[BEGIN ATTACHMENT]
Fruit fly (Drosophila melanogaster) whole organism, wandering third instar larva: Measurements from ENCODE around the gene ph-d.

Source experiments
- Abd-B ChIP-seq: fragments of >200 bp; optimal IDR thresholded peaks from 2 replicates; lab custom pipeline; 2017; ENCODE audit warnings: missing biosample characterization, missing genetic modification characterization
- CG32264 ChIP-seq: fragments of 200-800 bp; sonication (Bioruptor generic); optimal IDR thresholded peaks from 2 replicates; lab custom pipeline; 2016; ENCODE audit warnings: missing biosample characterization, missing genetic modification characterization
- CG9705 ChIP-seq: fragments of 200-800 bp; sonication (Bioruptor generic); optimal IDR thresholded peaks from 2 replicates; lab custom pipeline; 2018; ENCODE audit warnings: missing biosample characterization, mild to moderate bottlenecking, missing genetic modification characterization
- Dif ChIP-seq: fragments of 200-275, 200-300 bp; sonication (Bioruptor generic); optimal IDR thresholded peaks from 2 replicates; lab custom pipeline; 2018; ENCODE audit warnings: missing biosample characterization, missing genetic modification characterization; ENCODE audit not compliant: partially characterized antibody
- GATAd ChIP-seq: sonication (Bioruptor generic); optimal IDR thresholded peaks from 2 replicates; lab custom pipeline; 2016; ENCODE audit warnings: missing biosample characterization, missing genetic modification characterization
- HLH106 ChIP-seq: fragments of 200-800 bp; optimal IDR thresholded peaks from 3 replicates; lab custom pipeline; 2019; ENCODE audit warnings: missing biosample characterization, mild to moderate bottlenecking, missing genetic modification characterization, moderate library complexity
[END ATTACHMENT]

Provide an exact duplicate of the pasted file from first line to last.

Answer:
Fruit fly (Drosophila melanogaster) whole organism, wandering third instar larva: Measurements from ENCODE around the gene ph-d.

Source experiments
- Abd-B ChIP-seq: fragments of >200 bp; optimal IDR thresholded peaks from 2 replicates; lab custom pipeline; 2017; ENCODE audit warnings: missing biosample characterization, missing genetic modification characterization
- CG32264 ChIP-seq: fragments of 200-800 bp; sonication (Bioruptor generic); optimal IDR thresholded peaks from 2 replicates; lab custom pipeline; 2016; ENCODE audit warnings: missing biosample characterization, missing genetic modification characterization
- CG9705 ChIP-seq: fragments of 200-800 bp; sonication (Bioruptor generic); optimal IDR thresholded peaks from 2 replicates; lab custom pipeline; 2018; ENCODE audit warnings: missing biosample characterization, mild to moderate bottlenecking, missing genetic modification characterization
- Dif ChIP-seq: fragments of 200-275, 200-300 bp; sonication (Bioruptor generic); optimal IDR thresholded peaks from 2 replicates; lab custom pipeline; 2018; ENCODE audit warnings: missing biosample characterization, missing genetic modification characterization; ENCODE audit not compliant: partially characterized antibody
- GATAd ChIP-seq: sonication (Bioruptor generic); optimal IDR thresholded peaks from 2 replicates; lab custom pipeline; 2016; ENCODE audit warnings: missing biosample characterization, missing genetic modification characterization
- HLH106 ChIP-seq: fragments of 200-800 bp; optimal IDR thresholded peaks from 3 replicates; lab custom pipeline; 2019; ENCODE audit warnings: missing biosample characterization, mild to moderate bottlenecking, missing genetic modification characterization, moderate library complexity